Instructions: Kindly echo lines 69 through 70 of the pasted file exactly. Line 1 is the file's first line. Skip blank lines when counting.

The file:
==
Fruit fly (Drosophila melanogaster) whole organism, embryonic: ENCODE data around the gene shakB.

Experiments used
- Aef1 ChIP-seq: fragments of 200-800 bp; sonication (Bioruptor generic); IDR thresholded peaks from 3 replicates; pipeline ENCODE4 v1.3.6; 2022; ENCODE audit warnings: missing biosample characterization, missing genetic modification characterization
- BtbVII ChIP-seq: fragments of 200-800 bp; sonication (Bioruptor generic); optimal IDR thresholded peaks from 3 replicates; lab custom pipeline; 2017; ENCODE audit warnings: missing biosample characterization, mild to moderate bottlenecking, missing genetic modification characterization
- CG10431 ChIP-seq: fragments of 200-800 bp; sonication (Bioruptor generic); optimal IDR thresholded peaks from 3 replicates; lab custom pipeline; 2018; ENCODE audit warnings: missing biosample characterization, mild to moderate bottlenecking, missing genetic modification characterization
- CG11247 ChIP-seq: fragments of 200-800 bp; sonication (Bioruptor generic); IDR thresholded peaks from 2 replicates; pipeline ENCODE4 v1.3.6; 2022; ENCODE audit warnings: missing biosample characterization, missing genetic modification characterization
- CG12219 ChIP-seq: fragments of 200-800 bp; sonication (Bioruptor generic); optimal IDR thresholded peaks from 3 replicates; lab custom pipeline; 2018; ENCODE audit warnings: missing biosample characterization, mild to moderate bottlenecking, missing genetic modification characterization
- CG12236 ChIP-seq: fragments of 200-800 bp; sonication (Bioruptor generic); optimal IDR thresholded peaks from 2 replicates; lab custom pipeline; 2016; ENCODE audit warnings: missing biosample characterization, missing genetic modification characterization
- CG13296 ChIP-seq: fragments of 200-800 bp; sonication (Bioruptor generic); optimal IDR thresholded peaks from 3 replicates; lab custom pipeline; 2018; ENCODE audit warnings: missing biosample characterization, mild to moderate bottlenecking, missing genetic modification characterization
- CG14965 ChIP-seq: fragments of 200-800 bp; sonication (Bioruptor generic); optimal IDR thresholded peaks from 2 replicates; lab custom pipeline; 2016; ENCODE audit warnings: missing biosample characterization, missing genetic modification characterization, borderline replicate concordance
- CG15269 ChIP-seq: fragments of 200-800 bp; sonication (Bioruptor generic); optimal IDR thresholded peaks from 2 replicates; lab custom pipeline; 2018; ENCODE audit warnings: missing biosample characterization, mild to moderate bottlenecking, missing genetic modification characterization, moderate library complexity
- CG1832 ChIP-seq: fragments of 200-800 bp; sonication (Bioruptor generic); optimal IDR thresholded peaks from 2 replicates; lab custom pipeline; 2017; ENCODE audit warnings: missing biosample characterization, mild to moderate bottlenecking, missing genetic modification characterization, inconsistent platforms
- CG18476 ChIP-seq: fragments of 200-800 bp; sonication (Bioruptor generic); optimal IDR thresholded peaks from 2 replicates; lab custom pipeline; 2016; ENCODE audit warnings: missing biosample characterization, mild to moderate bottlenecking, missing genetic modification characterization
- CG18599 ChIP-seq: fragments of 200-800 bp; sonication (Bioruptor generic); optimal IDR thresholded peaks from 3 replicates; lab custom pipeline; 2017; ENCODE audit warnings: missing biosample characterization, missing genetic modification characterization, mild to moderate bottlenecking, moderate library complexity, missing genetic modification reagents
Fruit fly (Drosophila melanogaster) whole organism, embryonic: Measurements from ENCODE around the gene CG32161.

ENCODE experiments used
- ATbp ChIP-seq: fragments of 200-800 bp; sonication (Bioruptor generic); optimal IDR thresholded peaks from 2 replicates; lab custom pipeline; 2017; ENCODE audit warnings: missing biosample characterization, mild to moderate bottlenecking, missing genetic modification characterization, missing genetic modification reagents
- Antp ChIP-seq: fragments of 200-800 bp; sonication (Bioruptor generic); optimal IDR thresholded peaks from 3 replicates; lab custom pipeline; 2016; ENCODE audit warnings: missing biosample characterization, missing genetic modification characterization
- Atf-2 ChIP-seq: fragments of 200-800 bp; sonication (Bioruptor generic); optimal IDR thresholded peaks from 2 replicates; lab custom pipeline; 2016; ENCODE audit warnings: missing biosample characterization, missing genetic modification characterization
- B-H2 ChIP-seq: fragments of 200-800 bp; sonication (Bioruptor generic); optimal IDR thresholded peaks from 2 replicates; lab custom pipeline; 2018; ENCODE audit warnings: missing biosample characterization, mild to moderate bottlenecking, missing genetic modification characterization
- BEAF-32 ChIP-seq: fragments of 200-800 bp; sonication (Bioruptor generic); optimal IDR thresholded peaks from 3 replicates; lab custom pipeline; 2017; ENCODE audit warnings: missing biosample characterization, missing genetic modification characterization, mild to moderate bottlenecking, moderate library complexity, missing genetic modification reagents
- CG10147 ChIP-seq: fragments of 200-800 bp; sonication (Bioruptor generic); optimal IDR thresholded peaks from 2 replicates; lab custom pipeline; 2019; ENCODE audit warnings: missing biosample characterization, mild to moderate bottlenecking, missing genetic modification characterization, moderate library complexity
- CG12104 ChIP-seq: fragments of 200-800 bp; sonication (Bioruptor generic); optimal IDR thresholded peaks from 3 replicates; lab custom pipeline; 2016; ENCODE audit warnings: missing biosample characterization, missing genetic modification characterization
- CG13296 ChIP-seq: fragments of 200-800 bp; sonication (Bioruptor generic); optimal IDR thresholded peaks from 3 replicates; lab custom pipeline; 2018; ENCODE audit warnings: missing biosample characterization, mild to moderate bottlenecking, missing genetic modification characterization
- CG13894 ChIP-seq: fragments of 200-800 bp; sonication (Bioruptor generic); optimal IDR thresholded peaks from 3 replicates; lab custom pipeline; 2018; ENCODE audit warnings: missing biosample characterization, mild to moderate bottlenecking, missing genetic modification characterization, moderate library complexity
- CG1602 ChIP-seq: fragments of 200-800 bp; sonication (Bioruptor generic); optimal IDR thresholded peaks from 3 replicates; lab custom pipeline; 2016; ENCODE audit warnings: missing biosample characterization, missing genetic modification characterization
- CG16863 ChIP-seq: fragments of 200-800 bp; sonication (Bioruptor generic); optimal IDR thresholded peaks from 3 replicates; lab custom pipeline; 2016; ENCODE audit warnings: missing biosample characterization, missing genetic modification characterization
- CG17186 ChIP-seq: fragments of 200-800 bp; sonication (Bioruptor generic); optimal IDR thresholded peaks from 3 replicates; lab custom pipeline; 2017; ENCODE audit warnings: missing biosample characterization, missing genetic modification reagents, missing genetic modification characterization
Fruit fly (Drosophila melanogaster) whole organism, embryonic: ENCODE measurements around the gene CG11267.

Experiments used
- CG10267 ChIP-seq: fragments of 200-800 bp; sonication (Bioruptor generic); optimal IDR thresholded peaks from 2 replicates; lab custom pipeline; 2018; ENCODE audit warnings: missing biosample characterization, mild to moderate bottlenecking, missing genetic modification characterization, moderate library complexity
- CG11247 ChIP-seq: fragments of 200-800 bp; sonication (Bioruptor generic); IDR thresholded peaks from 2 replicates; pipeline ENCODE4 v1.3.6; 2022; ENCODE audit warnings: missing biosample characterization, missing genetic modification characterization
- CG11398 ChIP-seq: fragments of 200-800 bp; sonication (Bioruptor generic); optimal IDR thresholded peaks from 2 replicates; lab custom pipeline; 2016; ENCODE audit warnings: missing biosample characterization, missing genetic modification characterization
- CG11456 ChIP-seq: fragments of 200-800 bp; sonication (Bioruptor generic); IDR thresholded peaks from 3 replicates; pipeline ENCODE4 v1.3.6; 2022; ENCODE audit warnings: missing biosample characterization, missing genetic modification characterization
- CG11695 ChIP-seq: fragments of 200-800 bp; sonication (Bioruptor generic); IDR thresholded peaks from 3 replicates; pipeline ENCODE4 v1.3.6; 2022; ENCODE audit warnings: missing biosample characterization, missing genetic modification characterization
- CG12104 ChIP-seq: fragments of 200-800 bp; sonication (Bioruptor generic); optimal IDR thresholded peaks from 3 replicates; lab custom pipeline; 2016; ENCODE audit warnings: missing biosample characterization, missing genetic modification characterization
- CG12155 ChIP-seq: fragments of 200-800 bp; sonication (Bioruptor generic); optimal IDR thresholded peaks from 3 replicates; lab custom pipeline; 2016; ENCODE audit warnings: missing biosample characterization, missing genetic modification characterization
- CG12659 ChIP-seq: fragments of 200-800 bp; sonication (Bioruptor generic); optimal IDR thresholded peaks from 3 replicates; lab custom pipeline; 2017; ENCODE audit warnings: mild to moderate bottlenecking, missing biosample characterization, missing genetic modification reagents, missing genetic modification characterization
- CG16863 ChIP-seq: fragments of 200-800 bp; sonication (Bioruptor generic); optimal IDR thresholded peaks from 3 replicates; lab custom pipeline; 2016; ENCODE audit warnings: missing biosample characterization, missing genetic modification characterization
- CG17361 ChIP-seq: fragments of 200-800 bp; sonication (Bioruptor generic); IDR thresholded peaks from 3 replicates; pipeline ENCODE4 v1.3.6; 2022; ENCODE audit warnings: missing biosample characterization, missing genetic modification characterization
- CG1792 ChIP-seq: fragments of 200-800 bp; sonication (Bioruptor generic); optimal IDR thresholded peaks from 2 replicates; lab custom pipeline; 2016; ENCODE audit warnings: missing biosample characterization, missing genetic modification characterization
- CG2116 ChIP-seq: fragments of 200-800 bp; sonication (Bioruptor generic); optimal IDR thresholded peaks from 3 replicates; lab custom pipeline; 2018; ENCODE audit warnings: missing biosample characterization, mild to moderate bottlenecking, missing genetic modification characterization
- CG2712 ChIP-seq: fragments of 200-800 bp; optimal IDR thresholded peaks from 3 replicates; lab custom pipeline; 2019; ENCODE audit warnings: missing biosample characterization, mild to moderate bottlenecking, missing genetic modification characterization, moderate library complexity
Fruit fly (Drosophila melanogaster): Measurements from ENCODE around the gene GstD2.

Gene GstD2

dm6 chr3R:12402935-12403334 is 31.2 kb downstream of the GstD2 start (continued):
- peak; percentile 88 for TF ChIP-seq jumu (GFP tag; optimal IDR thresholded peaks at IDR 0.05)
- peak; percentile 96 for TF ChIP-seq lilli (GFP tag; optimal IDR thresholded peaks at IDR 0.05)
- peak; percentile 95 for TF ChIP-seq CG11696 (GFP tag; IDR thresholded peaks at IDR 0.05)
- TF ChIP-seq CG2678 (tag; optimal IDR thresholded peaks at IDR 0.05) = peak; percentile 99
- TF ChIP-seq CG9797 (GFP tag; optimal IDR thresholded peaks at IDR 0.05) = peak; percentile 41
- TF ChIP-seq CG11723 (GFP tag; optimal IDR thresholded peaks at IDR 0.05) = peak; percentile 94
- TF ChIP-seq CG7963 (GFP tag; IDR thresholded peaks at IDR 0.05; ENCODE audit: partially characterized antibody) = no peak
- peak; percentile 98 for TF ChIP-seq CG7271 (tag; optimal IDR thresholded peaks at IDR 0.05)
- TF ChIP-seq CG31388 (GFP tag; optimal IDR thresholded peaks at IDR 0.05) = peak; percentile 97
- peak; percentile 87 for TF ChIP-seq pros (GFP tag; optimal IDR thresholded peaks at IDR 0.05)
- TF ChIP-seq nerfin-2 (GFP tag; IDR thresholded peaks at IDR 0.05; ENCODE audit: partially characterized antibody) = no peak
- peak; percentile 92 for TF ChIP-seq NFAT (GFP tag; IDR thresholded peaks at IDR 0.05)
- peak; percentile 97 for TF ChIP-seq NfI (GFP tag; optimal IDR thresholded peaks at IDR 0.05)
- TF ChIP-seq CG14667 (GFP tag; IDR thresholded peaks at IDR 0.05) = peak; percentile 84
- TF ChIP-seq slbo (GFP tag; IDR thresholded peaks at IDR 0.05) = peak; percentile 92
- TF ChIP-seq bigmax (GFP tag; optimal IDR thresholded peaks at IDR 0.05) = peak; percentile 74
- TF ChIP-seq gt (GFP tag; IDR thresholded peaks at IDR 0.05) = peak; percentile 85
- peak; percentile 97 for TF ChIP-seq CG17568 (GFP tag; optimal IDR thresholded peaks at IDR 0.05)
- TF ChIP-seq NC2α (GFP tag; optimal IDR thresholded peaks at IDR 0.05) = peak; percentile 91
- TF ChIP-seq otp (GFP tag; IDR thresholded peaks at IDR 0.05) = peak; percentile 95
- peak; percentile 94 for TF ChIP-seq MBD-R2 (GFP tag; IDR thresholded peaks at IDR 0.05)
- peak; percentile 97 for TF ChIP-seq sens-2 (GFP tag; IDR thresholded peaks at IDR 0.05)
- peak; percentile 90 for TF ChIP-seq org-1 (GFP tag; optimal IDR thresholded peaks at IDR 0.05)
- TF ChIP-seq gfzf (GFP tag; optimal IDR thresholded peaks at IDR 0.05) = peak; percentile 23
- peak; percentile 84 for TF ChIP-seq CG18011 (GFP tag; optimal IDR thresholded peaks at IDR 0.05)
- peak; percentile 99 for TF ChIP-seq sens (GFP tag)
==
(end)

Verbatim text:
- peak; percentile 90 for TF ChIP-seq org-1 (GFP tag; optimal IDR thresholded peaks at IDR 0.05)
- TF ChIP-seq gfzf (GFP tag; optimal IDR thresholded peaks at IDR 0.05) = peak; percentile 23